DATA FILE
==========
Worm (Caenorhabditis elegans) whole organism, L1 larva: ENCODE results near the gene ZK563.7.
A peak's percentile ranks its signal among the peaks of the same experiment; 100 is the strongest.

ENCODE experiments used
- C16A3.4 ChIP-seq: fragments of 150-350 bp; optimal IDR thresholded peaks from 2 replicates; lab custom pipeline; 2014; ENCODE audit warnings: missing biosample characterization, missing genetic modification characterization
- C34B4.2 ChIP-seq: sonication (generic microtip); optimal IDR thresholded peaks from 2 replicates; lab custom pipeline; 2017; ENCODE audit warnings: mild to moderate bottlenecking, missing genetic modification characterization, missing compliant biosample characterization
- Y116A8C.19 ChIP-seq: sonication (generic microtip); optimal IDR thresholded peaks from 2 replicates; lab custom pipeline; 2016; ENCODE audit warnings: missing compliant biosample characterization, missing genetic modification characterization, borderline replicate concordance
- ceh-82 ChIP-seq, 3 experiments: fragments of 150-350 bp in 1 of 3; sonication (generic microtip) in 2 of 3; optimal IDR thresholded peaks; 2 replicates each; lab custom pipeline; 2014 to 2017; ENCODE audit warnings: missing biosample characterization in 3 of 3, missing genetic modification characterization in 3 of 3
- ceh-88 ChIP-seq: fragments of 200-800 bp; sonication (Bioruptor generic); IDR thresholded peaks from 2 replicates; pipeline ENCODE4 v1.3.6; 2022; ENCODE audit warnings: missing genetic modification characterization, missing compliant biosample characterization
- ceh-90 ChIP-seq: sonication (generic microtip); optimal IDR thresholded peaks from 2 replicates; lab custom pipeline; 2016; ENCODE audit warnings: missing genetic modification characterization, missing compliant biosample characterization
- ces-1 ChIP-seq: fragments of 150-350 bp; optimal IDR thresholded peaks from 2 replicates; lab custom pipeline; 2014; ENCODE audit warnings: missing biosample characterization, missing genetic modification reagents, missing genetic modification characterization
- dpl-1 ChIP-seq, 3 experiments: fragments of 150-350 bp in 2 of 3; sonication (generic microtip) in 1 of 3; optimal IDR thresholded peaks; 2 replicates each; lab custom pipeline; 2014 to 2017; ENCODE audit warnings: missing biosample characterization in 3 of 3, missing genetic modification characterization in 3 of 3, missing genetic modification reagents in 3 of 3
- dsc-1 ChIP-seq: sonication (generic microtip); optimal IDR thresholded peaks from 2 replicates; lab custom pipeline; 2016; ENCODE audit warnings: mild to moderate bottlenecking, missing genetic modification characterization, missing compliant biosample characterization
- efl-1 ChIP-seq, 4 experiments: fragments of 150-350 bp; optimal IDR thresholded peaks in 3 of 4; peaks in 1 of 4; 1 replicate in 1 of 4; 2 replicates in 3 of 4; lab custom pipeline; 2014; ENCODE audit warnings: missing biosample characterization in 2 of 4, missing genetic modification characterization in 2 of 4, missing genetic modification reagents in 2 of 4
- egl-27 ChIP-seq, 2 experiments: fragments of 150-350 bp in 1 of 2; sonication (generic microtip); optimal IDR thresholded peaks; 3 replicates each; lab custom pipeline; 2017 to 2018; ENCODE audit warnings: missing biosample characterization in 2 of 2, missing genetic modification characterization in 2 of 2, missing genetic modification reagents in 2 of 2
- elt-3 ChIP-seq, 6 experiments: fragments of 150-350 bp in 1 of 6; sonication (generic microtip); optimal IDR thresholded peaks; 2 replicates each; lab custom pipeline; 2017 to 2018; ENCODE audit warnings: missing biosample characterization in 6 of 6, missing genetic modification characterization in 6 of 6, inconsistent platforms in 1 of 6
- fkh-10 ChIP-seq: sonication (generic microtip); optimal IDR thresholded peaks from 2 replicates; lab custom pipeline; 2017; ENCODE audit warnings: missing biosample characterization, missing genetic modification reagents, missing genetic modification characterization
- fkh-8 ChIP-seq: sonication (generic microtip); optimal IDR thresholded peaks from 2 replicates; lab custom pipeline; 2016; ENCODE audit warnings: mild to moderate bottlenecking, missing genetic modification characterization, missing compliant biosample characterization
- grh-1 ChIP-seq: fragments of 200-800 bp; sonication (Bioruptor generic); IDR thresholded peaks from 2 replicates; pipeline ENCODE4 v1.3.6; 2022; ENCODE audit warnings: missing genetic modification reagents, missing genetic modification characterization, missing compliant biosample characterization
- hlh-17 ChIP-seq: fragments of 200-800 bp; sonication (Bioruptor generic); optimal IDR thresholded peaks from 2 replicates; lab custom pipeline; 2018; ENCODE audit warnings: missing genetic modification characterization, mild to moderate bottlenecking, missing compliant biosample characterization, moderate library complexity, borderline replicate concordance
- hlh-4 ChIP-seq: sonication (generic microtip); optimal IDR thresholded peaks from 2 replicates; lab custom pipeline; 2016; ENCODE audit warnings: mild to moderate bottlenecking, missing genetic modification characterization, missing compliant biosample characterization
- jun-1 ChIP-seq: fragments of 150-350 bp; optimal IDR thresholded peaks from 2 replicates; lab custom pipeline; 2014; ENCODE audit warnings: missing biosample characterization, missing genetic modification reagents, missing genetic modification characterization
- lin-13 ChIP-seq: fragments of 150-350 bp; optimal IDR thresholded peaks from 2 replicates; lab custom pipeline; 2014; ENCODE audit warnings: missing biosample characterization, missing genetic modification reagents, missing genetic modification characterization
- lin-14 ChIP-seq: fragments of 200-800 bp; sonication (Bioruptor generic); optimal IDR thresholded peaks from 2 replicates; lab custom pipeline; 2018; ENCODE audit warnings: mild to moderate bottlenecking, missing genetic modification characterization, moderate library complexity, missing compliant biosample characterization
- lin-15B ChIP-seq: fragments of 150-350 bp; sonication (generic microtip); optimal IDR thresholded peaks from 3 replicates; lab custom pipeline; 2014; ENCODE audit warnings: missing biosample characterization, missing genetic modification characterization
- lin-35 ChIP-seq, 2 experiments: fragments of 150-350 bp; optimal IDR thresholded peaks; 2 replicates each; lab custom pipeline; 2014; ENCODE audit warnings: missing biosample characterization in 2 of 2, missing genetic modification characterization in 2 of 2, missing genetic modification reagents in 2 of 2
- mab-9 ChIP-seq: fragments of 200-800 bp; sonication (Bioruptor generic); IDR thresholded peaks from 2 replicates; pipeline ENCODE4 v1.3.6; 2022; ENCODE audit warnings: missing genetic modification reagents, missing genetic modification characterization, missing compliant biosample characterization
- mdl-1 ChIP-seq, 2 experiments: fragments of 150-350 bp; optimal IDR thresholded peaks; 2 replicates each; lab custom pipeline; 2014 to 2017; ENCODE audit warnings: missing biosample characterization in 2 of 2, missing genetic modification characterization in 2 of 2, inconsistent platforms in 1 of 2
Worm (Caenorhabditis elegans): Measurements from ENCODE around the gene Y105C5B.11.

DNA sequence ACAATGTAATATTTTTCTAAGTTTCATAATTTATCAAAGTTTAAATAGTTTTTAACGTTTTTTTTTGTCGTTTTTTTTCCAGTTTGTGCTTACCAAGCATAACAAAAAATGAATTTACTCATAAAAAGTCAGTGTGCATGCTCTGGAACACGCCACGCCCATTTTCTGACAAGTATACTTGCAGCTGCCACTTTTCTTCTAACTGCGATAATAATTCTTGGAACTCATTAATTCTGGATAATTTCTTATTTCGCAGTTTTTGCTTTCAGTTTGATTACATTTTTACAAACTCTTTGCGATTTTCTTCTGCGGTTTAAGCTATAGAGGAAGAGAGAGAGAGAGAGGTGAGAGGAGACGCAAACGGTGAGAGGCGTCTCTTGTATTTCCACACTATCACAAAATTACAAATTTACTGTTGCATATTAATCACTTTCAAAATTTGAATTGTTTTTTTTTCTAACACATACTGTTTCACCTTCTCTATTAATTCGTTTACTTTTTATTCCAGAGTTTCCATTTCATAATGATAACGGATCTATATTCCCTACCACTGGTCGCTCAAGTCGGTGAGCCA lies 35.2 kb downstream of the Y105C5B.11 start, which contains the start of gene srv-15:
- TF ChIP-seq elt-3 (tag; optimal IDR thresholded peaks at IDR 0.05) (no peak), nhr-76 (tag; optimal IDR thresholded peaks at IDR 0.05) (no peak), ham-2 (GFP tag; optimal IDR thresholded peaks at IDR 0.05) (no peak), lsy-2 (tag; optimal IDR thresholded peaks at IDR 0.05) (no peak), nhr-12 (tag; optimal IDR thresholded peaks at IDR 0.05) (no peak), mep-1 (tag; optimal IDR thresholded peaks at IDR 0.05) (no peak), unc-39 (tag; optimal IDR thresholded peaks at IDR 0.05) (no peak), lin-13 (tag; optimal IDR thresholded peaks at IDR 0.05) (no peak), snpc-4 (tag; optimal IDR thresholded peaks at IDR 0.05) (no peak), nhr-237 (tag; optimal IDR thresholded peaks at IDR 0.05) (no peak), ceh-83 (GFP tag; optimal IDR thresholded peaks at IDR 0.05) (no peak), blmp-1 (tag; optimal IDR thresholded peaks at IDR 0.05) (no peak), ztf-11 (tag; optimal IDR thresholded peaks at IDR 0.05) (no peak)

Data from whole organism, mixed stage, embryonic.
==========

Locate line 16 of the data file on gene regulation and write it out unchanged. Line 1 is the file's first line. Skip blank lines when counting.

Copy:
- fkh-10 ChIP-seq: sonication (generic microtip); optimal IDR thresholded peaks from 2 replicates; lab custom pipeline; 2017; ENCODE audit warnings: missing biosample characterization, missing genetic modification reagents, missing genetic modification characterization